Saturday Night Live in Athens
Larry Thornberry
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Savvy TAS readers don’t need to be informed that academe in America is often beyond parody. New examples of campus craziness pop up every day. It’s impossible to satirize the contemporary university, as no matter how dopey a picture one paints with tongue in cheek, reality is even dopier. It’s Saturday Night Live every day on campus.

While reading the latest news out of “higher” education, one can’t help but continually ask, “Can this possibly be true?” You’re making this up, right? Such was my reaction to an item this week reported by Media Research Center — a news watchdog outfit on the conservative side — and several other outlets.

Apparently, in some precincts of the University of Georgia, and for all we know other places as well, grade inflation has graduated to grade total irrelevance. MRS reports that UG Business Professor Rick Watson decided to give his data management students whatever grade they, not he, think they deserve. He told his students that if they feel “unduly stressed by a grade”, they have received from him they should email him and he will change the grade to whatever the student feels he or she deserves. No questions asked.

Professor Watson calls this A+-if-you-say-so approach his “stress reduction policy.” Those of us who attended university in pre-grade inflation days might call it something else. This lax to the max pedagogue also allowed his students to opt out of any group assignments they may not fancy “in order to avoid any emotional reactions to stressful situations.” Certainly, this au courant Mr. Chips is well aware that there will be no stressful situations in the working world after his students leave the cotton bubble of his classroom. So why prepare his delicate flowers (can’t call them snowflakes — they would melt in Georgia) to deal with situations that just won’t arise?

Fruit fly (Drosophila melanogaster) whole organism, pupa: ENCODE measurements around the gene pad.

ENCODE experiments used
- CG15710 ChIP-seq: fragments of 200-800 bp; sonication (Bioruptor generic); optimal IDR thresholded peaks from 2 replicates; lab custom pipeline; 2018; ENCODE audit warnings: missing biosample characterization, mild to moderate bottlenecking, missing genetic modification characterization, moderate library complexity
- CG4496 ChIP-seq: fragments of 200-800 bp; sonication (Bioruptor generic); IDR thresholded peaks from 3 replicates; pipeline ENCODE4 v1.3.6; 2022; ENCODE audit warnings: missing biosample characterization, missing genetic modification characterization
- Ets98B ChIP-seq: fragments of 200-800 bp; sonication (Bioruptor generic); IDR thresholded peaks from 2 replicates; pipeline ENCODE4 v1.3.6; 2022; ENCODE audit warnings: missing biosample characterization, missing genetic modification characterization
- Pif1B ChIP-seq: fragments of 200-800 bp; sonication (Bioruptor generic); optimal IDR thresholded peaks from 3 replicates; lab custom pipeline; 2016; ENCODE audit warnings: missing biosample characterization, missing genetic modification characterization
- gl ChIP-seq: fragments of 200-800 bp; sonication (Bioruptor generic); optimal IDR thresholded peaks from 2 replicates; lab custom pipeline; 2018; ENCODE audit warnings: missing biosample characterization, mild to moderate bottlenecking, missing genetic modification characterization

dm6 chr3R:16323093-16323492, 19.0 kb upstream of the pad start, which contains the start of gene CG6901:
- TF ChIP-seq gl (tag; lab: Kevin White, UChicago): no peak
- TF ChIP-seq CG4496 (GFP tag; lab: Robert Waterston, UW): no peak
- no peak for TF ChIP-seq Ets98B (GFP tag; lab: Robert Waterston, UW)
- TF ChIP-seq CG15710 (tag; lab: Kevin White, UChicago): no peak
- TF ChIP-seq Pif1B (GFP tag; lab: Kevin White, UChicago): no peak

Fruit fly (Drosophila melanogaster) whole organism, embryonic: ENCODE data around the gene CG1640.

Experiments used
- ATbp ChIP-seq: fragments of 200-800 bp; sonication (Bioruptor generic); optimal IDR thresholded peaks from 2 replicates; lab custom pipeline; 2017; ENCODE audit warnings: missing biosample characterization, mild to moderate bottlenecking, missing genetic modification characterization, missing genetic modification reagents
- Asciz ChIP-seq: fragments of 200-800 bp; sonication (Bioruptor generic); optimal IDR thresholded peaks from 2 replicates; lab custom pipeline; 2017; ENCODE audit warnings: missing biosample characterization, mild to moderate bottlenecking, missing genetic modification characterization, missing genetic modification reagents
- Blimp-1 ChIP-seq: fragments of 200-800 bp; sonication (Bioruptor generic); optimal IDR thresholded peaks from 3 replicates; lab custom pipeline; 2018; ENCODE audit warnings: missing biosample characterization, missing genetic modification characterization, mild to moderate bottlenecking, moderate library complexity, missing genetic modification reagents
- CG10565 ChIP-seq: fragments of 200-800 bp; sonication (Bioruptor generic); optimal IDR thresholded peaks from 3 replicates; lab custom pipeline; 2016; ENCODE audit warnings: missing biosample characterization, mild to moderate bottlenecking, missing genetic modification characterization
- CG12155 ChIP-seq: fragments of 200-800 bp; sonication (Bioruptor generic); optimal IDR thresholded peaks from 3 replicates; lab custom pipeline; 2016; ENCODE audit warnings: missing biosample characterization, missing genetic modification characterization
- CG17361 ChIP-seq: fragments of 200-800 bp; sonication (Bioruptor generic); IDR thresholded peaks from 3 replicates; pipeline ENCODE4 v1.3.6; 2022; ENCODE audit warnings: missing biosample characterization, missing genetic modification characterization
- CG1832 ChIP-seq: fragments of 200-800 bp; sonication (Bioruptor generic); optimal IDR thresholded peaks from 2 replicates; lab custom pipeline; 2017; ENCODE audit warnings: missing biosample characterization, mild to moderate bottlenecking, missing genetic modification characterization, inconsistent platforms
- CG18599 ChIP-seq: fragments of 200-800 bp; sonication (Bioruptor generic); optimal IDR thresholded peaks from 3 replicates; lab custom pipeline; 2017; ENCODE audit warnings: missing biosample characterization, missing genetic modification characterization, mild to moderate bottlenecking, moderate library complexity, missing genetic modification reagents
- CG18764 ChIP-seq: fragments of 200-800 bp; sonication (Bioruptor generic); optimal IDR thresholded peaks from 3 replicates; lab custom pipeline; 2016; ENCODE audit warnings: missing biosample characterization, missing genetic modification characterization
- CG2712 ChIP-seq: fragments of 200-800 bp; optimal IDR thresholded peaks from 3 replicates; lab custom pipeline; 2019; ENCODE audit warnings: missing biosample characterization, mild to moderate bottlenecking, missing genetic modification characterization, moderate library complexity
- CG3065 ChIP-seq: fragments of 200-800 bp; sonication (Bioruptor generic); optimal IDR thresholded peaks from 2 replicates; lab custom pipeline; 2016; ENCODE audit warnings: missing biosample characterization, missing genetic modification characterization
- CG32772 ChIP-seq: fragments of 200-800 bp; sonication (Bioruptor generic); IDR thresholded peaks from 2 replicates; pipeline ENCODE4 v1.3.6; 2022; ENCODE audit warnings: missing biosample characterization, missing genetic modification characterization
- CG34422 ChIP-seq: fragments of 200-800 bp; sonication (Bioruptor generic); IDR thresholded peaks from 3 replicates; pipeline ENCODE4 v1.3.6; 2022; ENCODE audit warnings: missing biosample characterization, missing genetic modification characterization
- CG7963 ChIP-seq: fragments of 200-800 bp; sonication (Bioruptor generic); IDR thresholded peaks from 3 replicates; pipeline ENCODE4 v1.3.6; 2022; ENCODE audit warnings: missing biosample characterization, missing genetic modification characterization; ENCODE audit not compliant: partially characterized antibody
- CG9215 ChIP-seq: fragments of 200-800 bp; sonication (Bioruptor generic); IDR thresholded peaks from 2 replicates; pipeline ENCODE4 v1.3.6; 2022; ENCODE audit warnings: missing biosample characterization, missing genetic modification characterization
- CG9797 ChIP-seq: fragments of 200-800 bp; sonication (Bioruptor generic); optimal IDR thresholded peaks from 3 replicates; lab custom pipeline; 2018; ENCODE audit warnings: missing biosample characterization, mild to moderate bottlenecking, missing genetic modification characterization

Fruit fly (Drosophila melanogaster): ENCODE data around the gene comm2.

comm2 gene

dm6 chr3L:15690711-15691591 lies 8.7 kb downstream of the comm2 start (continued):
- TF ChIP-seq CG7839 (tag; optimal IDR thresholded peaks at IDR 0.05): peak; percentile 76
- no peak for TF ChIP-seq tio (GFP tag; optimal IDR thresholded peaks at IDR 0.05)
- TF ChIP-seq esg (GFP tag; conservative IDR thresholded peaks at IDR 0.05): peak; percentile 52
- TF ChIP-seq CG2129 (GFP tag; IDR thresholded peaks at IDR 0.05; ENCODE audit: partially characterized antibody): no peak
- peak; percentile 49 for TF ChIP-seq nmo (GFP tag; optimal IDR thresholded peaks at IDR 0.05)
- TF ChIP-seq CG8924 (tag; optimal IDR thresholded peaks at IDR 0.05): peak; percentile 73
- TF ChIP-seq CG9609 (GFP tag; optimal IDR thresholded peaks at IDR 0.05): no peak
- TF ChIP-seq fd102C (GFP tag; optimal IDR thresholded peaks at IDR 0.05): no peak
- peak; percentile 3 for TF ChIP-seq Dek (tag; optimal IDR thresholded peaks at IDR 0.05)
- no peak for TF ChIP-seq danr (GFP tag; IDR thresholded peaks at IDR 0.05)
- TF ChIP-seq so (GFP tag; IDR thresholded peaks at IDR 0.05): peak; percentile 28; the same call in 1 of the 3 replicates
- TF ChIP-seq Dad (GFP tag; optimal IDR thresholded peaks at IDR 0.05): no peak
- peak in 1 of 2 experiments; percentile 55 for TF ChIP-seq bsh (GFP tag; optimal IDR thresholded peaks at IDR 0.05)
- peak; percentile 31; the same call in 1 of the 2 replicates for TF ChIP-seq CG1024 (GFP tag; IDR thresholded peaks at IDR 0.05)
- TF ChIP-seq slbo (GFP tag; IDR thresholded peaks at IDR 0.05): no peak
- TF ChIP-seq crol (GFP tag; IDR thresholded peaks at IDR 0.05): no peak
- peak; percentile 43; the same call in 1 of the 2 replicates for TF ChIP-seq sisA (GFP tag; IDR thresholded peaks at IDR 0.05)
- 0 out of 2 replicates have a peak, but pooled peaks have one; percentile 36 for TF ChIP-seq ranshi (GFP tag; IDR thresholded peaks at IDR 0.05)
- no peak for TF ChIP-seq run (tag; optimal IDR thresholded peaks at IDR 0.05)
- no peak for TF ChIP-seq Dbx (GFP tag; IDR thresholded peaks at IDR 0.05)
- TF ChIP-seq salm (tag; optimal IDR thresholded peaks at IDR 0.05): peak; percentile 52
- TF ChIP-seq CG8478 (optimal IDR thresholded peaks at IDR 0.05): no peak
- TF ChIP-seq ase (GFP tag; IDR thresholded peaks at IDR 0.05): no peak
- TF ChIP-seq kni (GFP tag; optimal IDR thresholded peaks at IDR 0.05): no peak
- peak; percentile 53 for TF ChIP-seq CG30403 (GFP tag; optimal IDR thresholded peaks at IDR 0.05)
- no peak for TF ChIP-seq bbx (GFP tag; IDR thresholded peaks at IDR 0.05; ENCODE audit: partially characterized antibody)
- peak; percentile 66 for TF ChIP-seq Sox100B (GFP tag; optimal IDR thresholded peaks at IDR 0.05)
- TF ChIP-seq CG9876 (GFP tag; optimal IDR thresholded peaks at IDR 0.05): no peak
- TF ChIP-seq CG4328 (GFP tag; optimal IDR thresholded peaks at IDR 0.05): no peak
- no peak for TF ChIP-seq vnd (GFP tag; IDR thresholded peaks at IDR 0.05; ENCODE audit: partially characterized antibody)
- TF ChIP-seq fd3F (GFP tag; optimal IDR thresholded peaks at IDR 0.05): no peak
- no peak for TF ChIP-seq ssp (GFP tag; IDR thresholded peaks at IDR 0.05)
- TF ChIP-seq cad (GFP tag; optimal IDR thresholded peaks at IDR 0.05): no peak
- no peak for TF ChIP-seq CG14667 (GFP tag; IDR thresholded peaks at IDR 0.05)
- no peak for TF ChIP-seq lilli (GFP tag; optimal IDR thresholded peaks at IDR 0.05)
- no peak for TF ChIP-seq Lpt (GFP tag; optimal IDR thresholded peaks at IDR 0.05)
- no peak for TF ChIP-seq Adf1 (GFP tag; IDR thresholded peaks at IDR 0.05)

Certainly eliminating stressful situations is a laudable goal, and perhaps MRC will do further research on this oh-so-modern approach to workplace preparation. The current story does not touch on how stressful it will be later for employers relying on data in their businesses managed by Professor Watson’s students. Or how about the stress on the part of parents paying major bucks — earned in stressful occupations — for their young scholars to attend the University of Georgia?

Well, that was Monday. Then came Tuesday. When word of this professor’s squishy standards got a fair amount of media attention — it was even worked over on Fox’s news chat show Outnumbered yesterday — and got the horse laugh it deserves, the dean of the business school at Georgia quashed this ever so modern approach to grading by request. This everybody-gets-a-trophy approach to grading does “not conform with the university’s rigorous expectations and policy regarding academic standards for grading,” said Ben Ayers, UG’s business college dean. (Shouldn’t that be “conform to”?) He said “this ill-advised proposal will not be implemented” in any of the business college’s classrooms.

I don’t know how many Georgia employers of tuition-paying parents will be reassured by the dean’s sensible dismissal of a nonsense policy. Let’s hope it reduces a little stress among the non-student population of the Peach State. Anyone in the private sector who came up with such a daft approach in his area of responsibility would be fired and escorted off the premises. But as this is academe, Professor Watson is likely free to dream up his next ground-breaking policy for the future business leaders of Georgia.

Perhaps Watson might consider teaching his students to expect that their employers will grant them whatever salary they say they are worth. If there are many other professors at the University of Georgia, and elsewhere, as committed to academic rigor as Watson is, and there is some reason to believe there are, I shudder to think what their finished products are indeed worth.

Larry Thornberry
Larry Thornberry
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Larry Thornberry is a writer in Tampa.
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